Furthermore, the Spanish legislation calls into question the objective pursued by the EU legislature in seeking to achieve a more efficient, consistent and homogenous application of Community legislation for the internal aviation market. EU law thus seeks, on the one hand, to avoid a distortion of competition arising from the different application of the rules at national level whilst, on the other, enabling consumers to compare effectively the prices for air services. Given that air transport is, by its very nature, an international market on which similarly-sized airline companies are present through completely borderless booking tools, it is essential that their activity actually be regulated by rules which are common to all Member States of the EU. The Spanish legislation clearly runs counter to that objective.
It is nevertheless for the competent national authorities to ensure that, in applying a surcharge for such a service, air carriers comply with consumer protection requirements3. Thus, air carriers must communicate in a clear, transparent and unambiguous way, at the start of the booking process undertaken by the customer, the detailed rules for pricing relating to checking in of baggage and allow the customer to accept or refuse the service in question on an opt-in basis4.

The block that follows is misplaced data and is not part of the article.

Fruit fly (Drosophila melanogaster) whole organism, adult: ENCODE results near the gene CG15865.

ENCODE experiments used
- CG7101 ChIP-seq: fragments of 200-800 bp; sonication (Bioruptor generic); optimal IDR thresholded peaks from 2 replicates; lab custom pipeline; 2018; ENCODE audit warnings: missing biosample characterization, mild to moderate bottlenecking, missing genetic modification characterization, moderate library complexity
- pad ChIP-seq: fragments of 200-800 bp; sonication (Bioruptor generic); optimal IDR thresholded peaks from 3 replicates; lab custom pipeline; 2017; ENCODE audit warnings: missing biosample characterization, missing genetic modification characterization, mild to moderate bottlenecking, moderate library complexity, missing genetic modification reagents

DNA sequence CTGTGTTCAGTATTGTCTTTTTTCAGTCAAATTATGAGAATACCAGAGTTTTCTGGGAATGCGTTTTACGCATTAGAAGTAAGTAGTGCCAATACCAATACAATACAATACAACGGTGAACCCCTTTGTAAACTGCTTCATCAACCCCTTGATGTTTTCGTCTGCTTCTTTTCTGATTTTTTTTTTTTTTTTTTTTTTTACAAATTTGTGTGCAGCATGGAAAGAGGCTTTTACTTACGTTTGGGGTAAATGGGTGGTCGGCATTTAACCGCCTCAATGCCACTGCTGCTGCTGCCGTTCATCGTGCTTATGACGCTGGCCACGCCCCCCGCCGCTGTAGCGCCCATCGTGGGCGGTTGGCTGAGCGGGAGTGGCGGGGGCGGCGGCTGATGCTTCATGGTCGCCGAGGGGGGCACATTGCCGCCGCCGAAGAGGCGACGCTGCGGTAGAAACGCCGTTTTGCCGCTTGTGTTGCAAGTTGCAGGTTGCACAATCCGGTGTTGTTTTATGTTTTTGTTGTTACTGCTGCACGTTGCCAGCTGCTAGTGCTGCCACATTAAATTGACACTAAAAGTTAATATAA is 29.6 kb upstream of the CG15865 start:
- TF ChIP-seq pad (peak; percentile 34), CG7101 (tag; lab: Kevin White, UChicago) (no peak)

In the present case, therefore, it is for the national court to ascertain whether Vueling has complied with those requirements with regard to Ms Arias Villegas.
NOTE: The Advocate General’s Opinion is not binding on the Court of Justice. It is the role of the Advocates General to propose to the Court, in complete independence, a legal solution to the cases for which they are responsible. The Judges of the Court are now beginning their deliberations in this case. Judgment will be given at a later date.
NOTE: A reference for a preliminary ruling allows the courts and tribunals of the Member States, in disputes which have been brought before them, to refer questions to the Court of Justice about the interpretation of European Union law or the validity of a European Union act. The Court of Justice does not decide the dispute itself. It is for the national court or tribunal to dispose of the case in accordance with the Court’s decision, which is similarly binding on other national courts or tribunals before which a similar issue is raised.
Unofficial document for media use, not binding on the Court of Justice.
The full text of the Opinion is published on the CURIA website on the day of delivery.
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1 Article 22(1) of Regulation (EC) No 1008/2008 of the European Parliament and of the Council of 24 September 2008 on common rules for the operation of air services in the Community (OJ 2008 L 293, p. 3).
2 Taxes and airport charges and also other charges, surcharges or fees, such as those related to security or fuel which,
by their very nature, cannot be left to the discretion of economic operators and which the European Union legislature
addresses specifically and separately in the regulation referred to above.
3 Article 23(1) of the regulation referred to above.
4 See, in that regard Case C-112/11 ebookers.com Deutschland GmbH (Press Release No 105/12).
Court of Justice of the European Union, PRESS RELEASE No 11/14, Luxembourg, 23 January 2014